The National, Monday 06th August 2012
BELDEN Namah claims that he is a young vibrant leader and promised to fight corruption.
He also said that he and Jerry Singirok saved Bougainvilleans from a supposed genocide.
Namah said he would allocate K30 million for the recent election and bought his own plane to campaign.
To clear the air of suspicion, I urge Namah to tell Papua New Guineans how he made his money and whether he paid taxes.
He must share with the people how he made his money so that we can also learn to make a lot of money.
Namah told his supporters that he was jailed for six years for saving the people of Bougainville.
He claimed Sir Julius Chan had made a decision on May 27, 1997, to import African mercenaries to wipe out Bougainvilleans.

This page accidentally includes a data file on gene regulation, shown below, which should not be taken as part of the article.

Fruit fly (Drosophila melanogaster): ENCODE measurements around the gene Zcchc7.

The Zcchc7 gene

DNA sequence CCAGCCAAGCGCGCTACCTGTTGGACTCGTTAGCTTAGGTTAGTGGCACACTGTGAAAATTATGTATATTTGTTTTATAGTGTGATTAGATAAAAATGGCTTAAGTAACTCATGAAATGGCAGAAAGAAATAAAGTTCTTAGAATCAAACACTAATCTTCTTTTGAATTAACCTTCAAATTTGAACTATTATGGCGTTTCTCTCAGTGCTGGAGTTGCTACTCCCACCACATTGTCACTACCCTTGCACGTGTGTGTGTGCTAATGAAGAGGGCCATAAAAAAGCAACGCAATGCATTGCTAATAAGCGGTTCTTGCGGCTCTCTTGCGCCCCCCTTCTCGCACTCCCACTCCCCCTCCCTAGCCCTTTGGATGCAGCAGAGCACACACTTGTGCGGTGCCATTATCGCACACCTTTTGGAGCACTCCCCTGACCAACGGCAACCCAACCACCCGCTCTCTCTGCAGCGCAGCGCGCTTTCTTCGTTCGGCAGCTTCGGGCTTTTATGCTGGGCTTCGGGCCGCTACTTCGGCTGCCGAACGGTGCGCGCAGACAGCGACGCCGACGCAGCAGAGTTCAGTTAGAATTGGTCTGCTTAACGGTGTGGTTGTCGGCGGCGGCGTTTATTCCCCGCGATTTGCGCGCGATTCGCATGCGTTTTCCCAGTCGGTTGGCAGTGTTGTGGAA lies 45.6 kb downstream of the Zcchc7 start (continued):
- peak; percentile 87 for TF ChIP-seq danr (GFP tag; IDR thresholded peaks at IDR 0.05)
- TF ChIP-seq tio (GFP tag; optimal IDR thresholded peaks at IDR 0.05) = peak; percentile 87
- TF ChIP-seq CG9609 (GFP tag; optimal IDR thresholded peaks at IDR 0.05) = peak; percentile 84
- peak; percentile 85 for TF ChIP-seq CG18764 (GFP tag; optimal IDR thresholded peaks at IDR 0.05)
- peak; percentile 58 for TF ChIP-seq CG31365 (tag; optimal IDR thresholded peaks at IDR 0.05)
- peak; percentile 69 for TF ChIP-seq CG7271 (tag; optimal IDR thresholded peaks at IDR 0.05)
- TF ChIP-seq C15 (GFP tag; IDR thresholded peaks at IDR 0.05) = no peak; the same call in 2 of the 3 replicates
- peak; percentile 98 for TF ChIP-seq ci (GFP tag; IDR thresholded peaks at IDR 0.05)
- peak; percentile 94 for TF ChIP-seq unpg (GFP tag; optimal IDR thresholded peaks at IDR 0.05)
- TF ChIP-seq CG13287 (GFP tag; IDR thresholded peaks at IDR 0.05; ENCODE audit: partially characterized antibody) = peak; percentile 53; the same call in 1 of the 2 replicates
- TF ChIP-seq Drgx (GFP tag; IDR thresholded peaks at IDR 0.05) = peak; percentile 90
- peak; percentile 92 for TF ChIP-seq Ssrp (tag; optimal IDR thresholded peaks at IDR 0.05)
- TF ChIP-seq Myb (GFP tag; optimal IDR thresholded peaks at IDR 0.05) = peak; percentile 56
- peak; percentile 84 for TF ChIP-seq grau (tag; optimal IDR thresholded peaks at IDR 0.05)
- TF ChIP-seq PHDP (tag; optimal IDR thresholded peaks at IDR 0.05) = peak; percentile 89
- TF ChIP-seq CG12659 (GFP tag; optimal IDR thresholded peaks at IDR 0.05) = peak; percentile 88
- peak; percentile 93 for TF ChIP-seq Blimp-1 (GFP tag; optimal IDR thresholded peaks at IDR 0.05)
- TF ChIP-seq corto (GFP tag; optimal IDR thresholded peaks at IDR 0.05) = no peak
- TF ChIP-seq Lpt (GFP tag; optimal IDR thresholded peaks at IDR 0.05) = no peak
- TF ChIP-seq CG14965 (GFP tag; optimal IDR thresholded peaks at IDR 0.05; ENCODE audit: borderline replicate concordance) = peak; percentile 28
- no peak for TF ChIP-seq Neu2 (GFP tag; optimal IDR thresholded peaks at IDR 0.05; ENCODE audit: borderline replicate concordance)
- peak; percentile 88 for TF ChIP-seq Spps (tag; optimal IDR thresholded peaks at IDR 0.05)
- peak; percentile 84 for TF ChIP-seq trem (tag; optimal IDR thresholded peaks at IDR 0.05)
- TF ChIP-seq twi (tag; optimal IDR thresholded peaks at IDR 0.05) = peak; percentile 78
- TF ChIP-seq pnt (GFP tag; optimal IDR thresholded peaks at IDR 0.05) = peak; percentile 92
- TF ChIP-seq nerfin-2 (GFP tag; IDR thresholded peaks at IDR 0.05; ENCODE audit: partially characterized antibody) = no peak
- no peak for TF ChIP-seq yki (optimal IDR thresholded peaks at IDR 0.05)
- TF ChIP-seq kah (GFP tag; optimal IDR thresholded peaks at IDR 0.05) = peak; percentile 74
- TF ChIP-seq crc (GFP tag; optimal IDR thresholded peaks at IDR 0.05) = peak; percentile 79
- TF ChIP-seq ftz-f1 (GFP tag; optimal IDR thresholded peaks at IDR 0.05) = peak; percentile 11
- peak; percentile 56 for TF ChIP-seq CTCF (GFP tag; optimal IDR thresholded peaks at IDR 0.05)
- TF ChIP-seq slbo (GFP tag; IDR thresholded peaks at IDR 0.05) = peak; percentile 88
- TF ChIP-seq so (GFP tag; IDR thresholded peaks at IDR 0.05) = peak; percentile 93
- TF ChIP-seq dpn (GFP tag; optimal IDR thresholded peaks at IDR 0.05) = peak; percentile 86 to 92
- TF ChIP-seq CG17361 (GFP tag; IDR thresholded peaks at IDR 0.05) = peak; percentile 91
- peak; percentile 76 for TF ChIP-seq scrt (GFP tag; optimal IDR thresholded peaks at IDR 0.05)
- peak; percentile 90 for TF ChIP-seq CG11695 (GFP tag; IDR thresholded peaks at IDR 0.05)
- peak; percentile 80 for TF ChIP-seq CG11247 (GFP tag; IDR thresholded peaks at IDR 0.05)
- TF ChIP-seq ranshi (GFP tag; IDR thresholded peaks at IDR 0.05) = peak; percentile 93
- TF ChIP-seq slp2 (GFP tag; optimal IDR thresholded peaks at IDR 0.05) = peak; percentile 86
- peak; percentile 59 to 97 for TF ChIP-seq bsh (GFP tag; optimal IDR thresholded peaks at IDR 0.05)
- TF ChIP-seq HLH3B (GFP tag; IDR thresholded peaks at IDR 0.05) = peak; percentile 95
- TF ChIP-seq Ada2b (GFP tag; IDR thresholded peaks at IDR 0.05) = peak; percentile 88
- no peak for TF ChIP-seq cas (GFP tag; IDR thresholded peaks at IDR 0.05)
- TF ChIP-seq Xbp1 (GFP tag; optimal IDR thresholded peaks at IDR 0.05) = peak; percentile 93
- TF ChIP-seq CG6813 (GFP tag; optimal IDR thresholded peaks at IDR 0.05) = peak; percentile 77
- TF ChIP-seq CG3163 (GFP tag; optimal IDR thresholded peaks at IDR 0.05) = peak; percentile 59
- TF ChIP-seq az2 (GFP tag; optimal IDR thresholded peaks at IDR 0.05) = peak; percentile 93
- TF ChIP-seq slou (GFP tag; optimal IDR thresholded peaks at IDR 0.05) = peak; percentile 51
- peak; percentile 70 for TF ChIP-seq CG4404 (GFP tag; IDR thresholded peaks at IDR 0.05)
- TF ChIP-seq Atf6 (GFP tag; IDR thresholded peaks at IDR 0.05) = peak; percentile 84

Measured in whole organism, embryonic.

As the captain of the special forces unit during that time, he had used his power to “close parliament” for the safety of his people and was jailed.
During the Sandline crisis, reporters called Sandline personnel murderers, etc.
The question is why would Sir Julius or anyone commit genocide and be branded as a war criminal?
Sir Julius would have been charged with crimes against humanity and, as a war criminal, he would have lost everything and gained nothing.
Remember, the general election was around the corner.
Was there a cover-up of a mutiny?
What was the truth behind the mutiny?
Maybe getting information from the Australian, US and British governments under freedom of information can shed light on the real reason behind a military mutiny that blemished the name of the PNG Defence Force.
Was the media at that time fair and balanced?
If not, why?
Was politics one of the reasons?
Were there other reasons?
It is on record that Sir Julius, who was in charge of the PNG military, intervened in the rebellion in Vanuatu.
He could have had the rebels killed but did not.
There was no loss of life.
That was a remarkable achievement of the PNGDF which should be remembered every year.
Namah must remember: Judge not lest ye be judged.